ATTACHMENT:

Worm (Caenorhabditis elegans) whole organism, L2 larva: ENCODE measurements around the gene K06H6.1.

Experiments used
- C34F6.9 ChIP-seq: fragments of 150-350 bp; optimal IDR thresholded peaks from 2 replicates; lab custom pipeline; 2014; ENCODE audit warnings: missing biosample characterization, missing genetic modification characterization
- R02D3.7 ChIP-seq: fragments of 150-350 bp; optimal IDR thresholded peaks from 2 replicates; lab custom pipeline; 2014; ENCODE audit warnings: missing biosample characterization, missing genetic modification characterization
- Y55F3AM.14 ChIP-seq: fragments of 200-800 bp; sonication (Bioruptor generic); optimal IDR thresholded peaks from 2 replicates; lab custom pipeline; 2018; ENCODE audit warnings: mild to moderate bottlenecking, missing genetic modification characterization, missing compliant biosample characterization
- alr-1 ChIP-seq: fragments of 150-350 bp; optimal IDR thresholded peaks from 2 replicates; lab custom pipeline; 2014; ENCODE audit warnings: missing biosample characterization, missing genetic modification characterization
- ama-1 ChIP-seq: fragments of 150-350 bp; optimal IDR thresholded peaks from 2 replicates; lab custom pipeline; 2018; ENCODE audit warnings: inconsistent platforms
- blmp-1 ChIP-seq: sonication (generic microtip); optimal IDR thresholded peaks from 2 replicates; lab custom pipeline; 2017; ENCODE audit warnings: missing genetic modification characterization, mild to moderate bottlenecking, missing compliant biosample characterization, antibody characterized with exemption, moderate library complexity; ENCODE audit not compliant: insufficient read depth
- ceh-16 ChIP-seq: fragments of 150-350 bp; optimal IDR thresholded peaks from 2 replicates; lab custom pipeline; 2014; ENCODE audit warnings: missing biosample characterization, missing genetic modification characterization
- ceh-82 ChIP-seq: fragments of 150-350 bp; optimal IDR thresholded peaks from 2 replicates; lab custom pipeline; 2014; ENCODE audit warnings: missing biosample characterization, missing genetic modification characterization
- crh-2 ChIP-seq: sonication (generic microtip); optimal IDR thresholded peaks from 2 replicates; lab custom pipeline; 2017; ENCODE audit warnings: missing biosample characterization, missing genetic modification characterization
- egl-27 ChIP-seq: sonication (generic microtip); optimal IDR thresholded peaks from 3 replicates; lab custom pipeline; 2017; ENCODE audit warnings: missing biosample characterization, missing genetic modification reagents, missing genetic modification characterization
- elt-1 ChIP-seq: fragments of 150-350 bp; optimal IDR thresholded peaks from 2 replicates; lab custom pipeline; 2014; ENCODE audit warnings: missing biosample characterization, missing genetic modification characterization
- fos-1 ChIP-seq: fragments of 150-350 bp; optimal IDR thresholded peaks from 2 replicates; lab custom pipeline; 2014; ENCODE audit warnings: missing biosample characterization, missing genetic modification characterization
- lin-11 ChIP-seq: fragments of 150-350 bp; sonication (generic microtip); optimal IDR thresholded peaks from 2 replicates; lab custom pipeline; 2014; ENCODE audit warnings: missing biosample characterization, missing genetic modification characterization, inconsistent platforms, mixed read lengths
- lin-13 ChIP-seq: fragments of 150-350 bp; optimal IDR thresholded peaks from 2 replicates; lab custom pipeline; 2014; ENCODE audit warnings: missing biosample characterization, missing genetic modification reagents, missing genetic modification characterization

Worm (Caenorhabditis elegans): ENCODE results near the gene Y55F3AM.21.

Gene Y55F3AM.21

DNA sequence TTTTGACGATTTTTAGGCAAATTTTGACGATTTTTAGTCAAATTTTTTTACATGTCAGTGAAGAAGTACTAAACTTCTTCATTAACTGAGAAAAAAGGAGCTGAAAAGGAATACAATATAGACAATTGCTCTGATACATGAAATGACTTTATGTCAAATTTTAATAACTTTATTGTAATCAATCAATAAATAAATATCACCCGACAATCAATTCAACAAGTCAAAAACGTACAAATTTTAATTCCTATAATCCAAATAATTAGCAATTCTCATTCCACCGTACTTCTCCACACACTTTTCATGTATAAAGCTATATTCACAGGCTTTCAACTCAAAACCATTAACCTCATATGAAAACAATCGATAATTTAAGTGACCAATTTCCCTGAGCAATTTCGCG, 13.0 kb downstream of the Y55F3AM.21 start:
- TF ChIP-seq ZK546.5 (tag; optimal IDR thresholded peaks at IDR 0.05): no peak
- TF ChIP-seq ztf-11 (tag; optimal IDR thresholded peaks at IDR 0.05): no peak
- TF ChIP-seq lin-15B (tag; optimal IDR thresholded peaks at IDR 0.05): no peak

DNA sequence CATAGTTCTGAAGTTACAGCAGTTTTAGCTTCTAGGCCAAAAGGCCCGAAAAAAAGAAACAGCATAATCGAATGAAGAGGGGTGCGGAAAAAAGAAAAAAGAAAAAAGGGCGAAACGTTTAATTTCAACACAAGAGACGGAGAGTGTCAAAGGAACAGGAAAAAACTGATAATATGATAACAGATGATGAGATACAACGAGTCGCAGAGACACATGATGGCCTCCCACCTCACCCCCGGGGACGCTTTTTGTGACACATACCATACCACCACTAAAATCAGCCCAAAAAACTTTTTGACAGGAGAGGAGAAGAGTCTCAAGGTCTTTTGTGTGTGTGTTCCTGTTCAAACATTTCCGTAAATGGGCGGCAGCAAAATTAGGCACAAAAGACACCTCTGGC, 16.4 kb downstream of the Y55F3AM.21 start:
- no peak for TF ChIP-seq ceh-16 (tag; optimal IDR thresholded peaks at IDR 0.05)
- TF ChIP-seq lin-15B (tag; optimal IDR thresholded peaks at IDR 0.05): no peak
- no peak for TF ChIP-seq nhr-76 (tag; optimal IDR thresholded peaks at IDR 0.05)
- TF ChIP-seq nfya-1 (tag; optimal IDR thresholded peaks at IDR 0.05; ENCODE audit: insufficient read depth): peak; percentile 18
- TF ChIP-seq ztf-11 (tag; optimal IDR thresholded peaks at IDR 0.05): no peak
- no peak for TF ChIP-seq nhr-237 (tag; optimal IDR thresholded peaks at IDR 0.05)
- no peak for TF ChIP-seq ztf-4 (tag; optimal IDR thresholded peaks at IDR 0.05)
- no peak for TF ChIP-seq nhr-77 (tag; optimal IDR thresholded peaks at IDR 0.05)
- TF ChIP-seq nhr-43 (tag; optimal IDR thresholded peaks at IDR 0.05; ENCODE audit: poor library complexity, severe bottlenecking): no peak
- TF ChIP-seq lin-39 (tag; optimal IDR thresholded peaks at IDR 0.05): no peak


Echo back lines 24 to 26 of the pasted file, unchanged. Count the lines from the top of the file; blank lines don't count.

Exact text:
- no peak for TF ChIP-seq ceh-16 (tag; optimal IDR thresholded peaks at IDR 0.05)
- TF ChIP-seq lin-15B (tag; optimal IDR thresholded peaks at IDR 0.05): no peak
- no peak for TF ChIP-seq nhr-76 (tag; optimal IDR thresholded peaks at IDR 0.05)